Lec 13, 97 Controlling.ppt - MENAGEMENT Ricky W Griffin 12th Edition Part 6 The Controlling Process Lecture 11 Chapter 20 Basic Elements of Controlling

Lec 13, 97 Controlling.ppt - MENAGEMENT Ricky W Griffin...

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MENAGEMENT 12 th Edition Ricky W. Griffin Part 6 The Controlling Process Lecture 11 & Chapter 20 Basic Elements of Controlling Presented by Prof. Dr. Md. Alinoor Rahman Department of Management, IU.
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Learning Objectives After studying this chapter, you should be able to: 1. Explain the Purpose of control, identify different types of control, and describe the steps in the control process. 2. Identify and explain the three forms of operations control. 3. Describe budgets and other tools for financial control. 4. Identify and distinguish between two opposing forms of structural control. 5. Discuss the relationship between strategy and control, including international strategic control. 6. Identify characteristics of effective control, why people resist control, and how managers can overcome this resistance.
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The Nature of Control Control is the regulation of organizational activities so that some targeted element of performance remains within acceptable limits. Without this regulation, organizations have no indication of how well they are performing in relation to their goals. Control helps organizations cope with changes and complexity. According to Heinz Weihrich and Harold Koontz, “Controlling is the management function of measuring and correcting individual and organizational performance to ensure that events conform to plans”. According to Ricky W. Griffin , “Controlling is the process of monitoring and correcting ongoing activities to facilitate goal attainment”. Controlling is the process of ensuring that actual activities conform to planned activities. Planning and controlling are closely related. In fact, controlling is more pervasive than planning. Controlling helps managers to monitor the effectiveness of their planning, organizing and leading activities. In fact, controlling determines what is being accomplished—that is, evaluating the performance and, if necessary, taking corrective measures so that the performance takes place according to plans. Controlling can also be viewed as detecting and correcting significant variations in the results obtained from planned activities.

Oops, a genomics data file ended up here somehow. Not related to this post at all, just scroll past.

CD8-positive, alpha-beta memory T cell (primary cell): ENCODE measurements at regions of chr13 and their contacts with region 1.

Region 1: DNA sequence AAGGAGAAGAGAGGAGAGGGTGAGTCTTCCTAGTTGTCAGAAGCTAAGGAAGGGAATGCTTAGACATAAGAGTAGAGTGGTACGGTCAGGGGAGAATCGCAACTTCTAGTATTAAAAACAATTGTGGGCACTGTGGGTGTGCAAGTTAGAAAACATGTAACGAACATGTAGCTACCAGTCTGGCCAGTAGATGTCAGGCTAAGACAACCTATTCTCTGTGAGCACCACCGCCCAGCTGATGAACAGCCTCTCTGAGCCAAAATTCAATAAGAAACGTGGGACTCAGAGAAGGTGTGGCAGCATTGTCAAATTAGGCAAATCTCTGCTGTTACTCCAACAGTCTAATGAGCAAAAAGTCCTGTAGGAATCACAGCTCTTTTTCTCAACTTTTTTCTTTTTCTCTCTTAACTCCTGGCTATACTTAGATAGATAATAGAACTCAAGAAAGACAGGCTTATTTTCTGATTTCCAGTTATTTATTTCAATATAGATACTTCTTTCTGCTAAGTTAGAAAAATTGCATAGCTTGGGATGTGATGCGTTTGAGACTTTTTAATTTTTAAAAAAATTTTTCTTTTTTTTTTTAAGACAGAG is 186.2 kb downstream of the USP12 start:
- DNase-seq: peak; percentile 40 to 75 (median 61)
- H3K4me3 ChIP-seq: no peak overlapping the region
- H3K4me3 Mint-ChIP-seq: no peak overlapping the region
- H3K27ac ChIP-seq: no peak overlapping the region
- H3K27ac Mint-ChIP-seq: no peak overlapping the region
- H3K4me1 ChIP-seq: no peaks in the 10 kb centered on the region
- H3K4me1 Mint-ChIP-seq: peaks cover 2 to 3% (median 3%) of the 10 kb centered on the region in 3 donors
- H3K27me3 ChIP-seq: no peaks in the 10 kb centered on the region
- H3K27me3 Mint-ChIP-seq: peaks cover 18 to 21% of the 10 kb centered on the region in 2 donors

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Purposes of Control As Figure 20.1 illustrates, control provides an organization with ways to adapt to environmental change, to limit the accumulation of errors, to cope with organizational complexity, and to minimize costs. These four functions of control are worth a closer look. Figure 20.1 : Control is one of the four basic management functions in organizations. The control function, in turn, has four basic purposes. Properly designed control systems can fulfill each of these purposes. Adapt to environmental change Limit the accumulation of error Control helps the organization Cope with organizational complexity Minimize costs
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1. Adapting to Environmental Change: In today’s complex and turbulent business environment, all organizations must contend with change. If managers could establish goals and achieve them instantaneously, control would not be needed.
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